Shifting its approach from earlier this year, when it said there will be no investigations of the controversial interrogation techniques practiced during the Bush administration, the government has tasked a federal prosecutor with determining whether the CIA interrogations of terrorist suspects were illegal.
John Durham, an assistant U.S. attorney in Connecticut, was asked by Attorney General Eric Holder to conduct a preliminary review of available material to determine if there is enough evidence to warrant a full investigation of whether anti-torture laws were broken during the questioning of detainees in places like Guantanamo Bay.
The administration also reaffirmed that intelligence personnel acting in good faith and under the guidance from previous administration’s lawyers will not be prosecuted.
The decision was praised by human and civil rights organizations, which have been pressing President Obama since he took office last January to order a thorough investigation into what they believe was torture practiced by U.S. government employees.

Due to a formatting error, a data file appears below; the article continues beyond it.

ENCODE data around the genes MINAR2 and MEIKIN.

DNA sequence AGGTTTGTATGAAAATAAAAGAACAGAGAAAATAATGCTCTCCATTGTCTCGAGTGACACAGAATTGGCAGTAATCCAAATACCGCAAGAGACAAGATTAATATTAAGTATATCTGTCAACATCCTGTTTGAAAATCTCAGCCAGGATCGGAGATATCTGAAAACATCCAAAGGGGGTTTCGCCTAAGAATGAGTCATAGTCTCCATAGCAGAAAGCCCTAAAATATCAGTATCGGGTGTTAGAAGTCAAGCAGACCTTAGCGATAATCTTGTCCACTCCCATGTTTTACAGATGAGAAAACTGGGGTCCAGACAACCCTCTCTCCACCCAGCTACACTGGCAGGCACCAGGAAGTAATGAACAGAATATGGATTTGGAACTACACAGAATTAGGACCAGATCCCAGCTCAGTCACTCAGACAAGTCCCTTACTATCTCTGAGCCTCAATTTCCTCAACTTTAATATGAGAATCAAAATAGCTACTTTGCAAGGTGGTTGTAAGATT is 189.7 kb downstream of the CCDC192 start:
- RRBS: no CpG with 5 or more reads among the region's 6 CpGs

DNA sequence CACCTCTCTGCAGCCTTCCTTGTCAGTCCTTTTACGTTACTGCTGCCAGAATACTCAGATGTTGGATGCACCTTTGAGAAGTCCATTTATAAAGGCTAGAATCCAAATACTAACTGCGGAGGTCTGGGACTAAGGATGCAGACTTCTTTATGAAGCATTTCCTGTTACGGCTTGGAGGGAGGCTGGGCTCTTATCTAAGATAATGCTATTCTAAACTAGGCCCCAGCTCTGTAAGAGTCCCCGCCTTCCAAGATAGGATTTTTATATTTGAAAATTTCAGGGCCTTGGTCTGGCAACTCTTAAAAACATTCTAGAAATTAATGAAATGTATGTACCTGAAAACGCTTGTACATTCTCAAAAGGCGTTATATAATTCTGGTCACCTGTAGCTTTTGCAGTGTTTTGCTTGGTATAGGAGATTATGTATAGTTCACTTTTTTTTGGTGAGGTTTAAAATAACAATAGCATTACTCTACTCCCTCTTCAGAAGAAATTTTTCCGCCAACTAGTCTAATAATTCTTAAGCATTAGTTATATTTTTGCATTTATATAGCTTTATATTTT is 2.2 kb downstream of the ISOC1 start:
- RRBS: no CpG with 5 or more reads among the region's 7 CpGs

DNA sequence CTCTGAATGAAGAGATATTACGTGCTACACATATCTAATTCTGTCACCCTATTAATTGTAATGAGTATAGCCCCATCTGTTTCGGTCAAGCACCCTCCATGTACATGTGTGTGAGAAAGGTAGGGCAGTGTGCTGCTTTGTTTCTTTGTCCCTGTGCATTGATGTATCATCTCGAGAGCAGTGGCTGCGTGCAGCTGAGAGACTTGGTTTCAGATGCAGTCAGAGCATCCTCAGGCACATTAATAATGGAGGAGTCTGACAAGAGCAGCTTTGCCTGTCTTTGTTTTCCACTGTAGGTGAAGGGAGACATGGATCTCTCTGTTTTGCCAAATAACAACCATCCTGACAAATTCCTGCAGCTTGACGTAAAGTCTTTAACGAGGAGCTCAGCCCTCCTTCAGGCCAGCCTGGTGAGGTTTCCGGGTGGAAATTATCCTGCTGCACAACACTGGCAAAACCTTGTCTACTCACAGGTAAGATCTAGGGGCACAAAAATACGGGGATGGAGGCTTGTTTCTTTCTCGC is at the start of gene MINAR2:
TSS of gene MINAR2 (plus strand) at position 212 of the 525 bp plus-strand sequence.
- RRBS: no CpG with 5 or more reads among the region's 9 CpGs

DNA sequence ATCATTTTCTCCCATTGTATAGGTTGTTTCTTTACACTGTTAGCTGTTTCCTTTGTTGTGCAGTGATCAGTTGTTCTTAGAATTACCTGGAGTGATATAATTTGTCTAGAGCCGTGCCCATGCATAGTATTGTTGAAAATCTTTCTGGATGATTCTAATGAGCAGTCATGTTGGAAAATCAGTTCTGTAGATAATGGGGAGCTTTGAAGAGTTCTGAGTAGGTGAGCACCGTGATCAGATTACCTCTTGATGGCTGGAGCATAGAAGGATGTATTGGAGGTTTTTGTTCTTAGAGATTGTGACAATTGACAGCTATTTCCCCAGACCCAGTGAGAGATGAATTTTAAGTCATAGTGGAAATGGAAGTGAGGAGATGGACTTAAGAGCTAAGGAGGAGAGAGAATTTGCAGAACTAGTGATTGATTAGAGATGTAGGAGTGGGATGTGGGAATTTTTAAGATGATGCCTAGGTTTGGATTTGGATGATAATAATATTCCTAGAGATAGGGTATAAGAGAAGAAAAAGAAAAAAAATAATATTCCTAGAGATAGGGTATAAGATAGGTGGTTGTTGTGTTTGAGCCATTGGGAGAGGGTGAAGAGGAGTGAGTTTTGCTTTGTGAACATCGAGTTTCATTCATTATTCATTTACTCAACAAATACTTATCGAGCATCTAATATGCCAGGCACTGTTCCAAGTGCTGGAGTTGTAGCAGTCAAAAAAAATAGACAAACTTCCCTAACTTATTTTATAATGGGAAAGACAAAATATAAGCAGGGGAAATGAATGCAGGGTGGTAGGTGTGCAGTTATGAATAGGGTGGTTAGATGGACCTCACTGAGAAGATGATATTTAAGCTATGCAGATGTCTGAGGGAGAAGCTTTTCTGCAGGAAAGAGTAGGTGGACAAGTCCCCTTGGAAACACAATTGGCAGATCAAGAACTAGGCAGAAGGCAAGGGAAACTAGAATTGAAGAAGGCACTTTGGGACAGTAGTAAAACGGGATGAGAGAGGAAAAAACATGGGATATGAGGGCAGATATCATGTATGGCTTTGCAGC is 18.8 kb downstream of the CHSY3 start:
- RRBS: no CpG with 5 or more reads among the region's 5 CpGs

However, according to Larry Cox, Amnesty International USA’s executive director, "[Holder’s decision] is a welcome, yet incomplete, step."
He adds, "Any meaningful investigation would encompass both those who claimed they were following orders and those who designed and demanded that the illegal policies be implemented."
On Monday, it was also announced that Obama approved the creation of an interrogation unit that will become part of the FBI, meaning the White House will be able to exert a more direct control over its work.